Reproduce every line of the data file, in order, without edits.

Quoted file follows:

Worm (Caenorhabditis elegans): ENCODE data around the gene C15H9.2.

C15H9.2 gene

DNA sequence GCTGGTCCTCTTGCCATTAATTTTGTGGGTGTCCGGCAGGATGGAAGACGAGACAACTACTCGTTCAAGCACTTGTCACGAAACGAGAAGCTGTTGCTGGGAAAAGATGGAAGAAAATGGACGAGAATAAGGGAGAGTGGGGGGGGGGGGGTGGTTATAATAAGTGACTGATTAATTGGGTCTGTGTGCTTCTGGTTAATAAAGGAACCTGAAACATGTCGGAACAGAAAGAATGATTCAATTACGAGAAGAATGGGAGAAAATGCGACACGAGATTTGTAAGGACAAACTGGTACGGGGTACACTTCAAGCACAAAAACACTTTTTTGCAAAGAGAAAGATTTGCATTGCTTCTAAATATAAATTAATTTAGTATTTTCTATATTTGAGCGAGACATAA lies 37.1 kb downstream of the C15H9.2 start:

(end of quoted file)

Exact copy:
Worm (Caenorhabditis elegans): ENCODE data around the gene C15H9.2.

C15H9.2 gene

DNA sequence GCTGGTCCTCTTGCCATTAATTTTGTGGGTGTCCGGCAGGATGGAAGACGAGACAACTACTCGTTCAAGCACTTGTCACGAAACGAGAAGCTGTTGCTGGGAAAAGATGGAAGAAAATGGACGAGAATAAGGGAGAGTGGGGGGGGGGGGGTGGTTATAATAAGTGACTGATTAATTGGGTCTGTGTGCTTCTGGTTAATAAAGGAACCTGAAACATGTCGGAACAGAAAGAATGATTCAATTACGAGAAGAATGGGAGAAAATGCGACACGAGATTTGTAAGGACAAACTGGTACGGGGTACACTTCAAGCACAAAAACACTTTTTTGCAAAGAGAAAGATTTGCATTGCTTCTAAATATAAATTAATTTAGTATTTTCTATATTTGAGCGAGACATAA lies 37.1 kb downstream of the C15H9.2 start: